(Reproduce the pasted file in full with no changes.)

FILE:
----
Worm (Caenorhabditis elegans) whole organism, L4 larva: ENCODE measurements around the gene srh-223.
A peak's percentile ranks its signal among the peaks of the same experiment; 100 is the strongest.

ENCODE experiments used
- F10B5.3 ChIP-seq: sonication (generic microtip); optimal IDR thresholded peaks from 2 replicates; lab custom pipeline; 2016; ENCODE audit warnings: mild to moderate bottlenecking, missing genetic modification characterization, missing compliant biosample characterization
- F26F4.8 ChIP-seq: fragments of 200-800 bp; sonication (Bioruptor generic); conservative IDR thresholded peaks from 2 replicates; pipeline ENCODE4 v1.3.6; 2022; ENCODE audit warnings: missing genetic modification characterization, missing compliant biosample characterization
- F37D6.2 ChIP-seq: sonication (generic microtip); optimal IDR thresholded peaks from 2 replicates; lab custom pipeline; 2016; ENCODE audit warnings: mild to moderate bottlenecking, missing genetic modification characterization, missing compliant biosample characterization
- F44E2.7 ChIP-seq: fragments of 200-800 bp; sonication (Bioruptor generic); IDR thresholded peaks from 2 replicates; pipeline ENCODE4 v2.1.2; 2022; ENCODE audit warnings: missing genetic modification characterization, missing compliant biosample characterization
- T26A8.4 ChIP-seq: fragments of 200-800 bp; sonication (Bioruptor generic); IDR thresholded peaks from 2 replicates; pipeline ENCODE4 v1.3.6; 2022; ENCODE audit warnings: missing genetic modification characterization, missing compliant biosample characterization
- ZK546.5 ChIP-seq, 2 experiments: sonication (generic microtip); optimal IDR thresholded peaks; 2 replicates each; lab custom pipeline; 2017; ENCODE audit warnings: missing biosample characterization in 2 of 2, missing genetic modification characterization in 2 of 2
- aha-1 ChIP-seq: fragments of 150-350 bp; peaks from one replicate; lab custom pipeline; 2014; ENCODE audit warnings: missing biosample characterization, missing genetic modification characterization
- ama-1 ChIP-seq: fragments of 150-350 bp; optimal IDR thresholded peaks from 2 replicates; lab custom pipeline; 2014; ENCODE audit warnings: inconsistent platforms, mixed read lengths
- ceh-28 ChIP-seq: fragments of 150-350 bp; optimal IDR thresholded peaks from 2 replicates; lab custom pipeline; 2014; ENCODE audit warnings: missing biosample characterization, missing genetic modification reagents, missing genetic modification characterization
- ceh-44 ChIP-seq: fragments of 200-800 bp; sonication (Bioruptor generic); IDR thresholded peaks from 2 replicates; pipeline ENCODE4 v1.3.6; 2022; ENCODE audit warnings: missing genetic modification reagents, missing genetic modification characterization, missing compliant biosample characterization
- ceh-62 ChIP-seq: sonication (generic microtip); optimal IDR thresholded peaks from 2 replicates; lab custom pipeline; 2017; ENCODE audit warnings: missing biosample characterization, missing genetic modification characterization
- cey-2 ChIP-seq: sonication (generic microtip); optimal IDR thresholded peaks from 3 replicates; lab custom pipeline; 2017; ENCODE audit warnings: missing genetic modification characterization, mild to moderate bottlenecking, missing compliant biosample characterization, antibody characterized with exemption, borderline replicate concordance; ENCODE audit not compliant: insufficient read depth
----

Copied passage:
Worm (Caenorhabditis elegans) whole organism, L4 larva: ENCODE measurements around the gene srh-223.
A peak's percentile ranks its signal among the peaks of the same experiment; 100 is the strongest.

ENCODE experiments used
- F10B5.3 ChIP-seq: sonication (generic microtip); optimal IDR thresholded peaks from 2 replicates; lab custom pipeline; 2016; ENCODE audit warnings: mild to moderate bottlenecking, missing genetic modification characterization, missing compliant biosample characterization
- F26F4.8 ChIP-seq: fragments of 200-800 bp; sonication (Bioruptor generic); conservative IDR thresholded peaks from 2 replicates; pipeline ENCODE4 v1.3.6; 2022; ENCODE audit warnings: missing genetic modification characterization, missing compliant biosample characterization
- F37D6.2 ChIP-seq: sonication (generic microtip); optimal IDR thresholded peaks from 2 replicates; lab custom pipeline; 2016; ENCODE audit warnings: mild to moderate bottlenecking, missing genetic modification characterization, missing compliant biosample characterization
- F44E2.7 ChIP-seq: fragments of 200-800 bp; sonication (Bioruptor generic); IDR thresholded peaks from 2 replicates; pipeline ENCODE4 v2.1.2; 2022; ENCODE audit warnings: missing genetic modification characterization, missing compliant biosample characterization
- T26A8.4 ChIP-seq: fragments of 200-800 bp; sonication (Bioruptor generic); IDR thresholded peaks from 2 replicates; pipeline ENCODE4 v1.3.6; 2022; ENCODE audit warnings: missing genetic modification characterization, missing compliant biosample characterization
- ZK546.5 ChIP-seq, 2 experiments: sonication (generic microtip); optimal IDR thresholded peaks; 2 replicates each; lab custom pipeline; 2017; ENCODE audit warnings: missing biosample characterization in 2 of 2, missing genetic modification characterization in 2 of 2
- aha-1 ChIP-seq: fragments of 150-350 bp; peaks from one replicate; lab custom pipeline; 2014; ENCODE audit warnings: missing biosample characterization, missing genetic modification characterization
- ama-1 ChIP-seq: fragments of 150-350 bp; optimal IDR thresholded peaks from 2 replicates; lab custom pipeline; 2014; ENCODE audit warnings: inconsistent platforms, mixed read lengths
- ceh-28 ChIP-seq: fragments of 150-350 bp; optimal IDR thresholded peaks from 2 replicates; lab custom pipeline; 2014; ENCODE audit warnings: missing biosample characterization, missing genetic modification reagents, missing genetic modification characterization
- ceh-44 ChIP-seq: fragments of 200-800 bp; sonication (Bioruptor generic); IDR thresholded peaks from 2 replicates; pipeline ENCODE4 v1.3.6; 2022; ENCODE audit warnings: missing genetic modification reagents, missing genetic modification characterization, missing compliant biosample characterization
- ceh-62 ChIP-seq: sonication (generic microtip); optimal IDR thresholded peaks from 2 replicates; lab custom pipeline; 2017; ENCODE audit warnings: missing biosample characterization, missing genetic modification characterization
- cey-2 ChIP-seq: sonication (generic microtip); optimal IDR thresholded peaks from 3 replicates; lab custom pipeline; 2017; ENCODE audit warnings: missing genetic modification characterization, mild to moderate bottlenecking, missing compliant biosample characterization, antibody characterized with exemption, borderline replicate concordance; ENCODE audit not compliant: insufficient read depth